Thursday, April 10, 2014

Exceptional Read: The Adventures of Charlie Smithers by C.W. Lovatt

I define an Exceptional Read as a well written book that shakes me up, emotionally or mentally. It stops me in my tracks for some reason; challenges me to consider things that really - in my ordinary existence -  make no difference. An Exceptional Read challenges my thoughts, emotions, and spirit. I'm convinced, even if only for the span of the book, it should matter to Every Being in the Universe.  There are qualifiers to exceptional reads.  The label I apply depends on my mental engagement and my emotional response.  Your mileage may vary.

Note:  I received a copy of this book in exchange for an honest review (but no paper towels)
My Experience:  Beyond A+
Synopsis:    The time is the nineteenth century. The place, the Serengeti Plain, where one Charlie Smithers – faithful manservant to the arrogant bone-head, Lord Brampton (with five lines in Debrett, and a hopeless shot to boot) – becomes separated from his master during an unfortunate episode with an angry rhinoceros, thereby launching Charlie on an odyssey into Deepest Darkest Africa, and subsequently into the arms of the beautiful Loiyan…and that’s where the trouble really begins. 
Maasai warriors, xenophobic locals, or evil Arab slavers, the two forbidden lovers encounter everything that the unforgiving jungle can throw at them. 

If you ask me, it's daymn inconsiderate of C.W. Lovatt not to provide a roll of paper towels with his books in order that his humble readers might mop up the mess of tears from laughter *and* sorrow. And therefore, I can only give him five measly stars instead of the ten I actually see. Ack, I'm a snotty mess, I hope he's happy!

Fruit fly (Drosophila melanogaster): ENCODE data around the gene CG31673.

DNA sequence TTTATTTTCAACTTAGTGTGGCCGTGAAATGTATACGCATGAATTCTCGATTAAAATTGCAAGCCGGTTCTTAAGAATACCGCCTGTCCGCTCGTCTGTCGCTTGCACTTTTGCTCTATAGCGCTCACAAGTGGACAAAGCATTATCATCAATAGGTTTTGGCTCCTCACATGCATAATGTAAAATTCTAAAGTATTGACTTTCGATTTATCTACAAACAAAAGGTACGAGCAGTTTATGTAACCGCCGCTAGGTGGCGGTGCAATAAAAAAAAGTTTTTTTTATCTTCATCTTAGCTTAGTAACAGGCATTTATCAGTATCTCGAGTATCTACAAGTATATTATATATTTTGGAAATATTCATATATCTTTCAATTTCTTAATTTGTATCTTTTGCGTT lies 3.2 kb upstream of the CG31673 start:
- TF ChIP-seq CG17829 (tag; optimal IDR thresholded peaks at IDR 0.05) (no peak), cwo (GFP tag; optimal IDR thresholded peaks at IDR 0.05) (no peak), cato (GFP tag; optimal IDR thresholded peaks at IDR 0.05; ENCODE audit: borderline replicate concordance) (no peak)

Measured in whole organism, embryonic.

Having survived Balaclava, Charlie Smithers and his master, Lord Brampton, hie off to see the world. Arriving in Africa, they go on the hunt. His lordship hopes to break the family curse and actually shoot something without maiming himself in the process. Smithers just wants to serve and survive.

"It had been I who had been the first to see what no other white man had seen! It had been I who had acquired languages as alien to our own as would be that of the Man in the Moon to one of his bloody lordship's bloody fox hounds! It had been I who had first ventured out onto the African steppe, been chased by rhinos and crocodiles, survived falls from dizzying heights, and fought untold desperate battles with nothing more than a battered old rifle and two broken ankles...."

Charlie is saved from being crocodile nuncheon by Musa Ole Saitoti and *his* hunting party. And now Chief Musa would like Smithers to be God, just until Musa gets all of a rival's cattle. Stoned, in agony from the pain and faint tickles of lust for Loiyan, the young woman healing him, he agrees. Upon waking from feverish dreams, life goes from horror to hosanna in a trial that made me laugh myself off my chair, literally.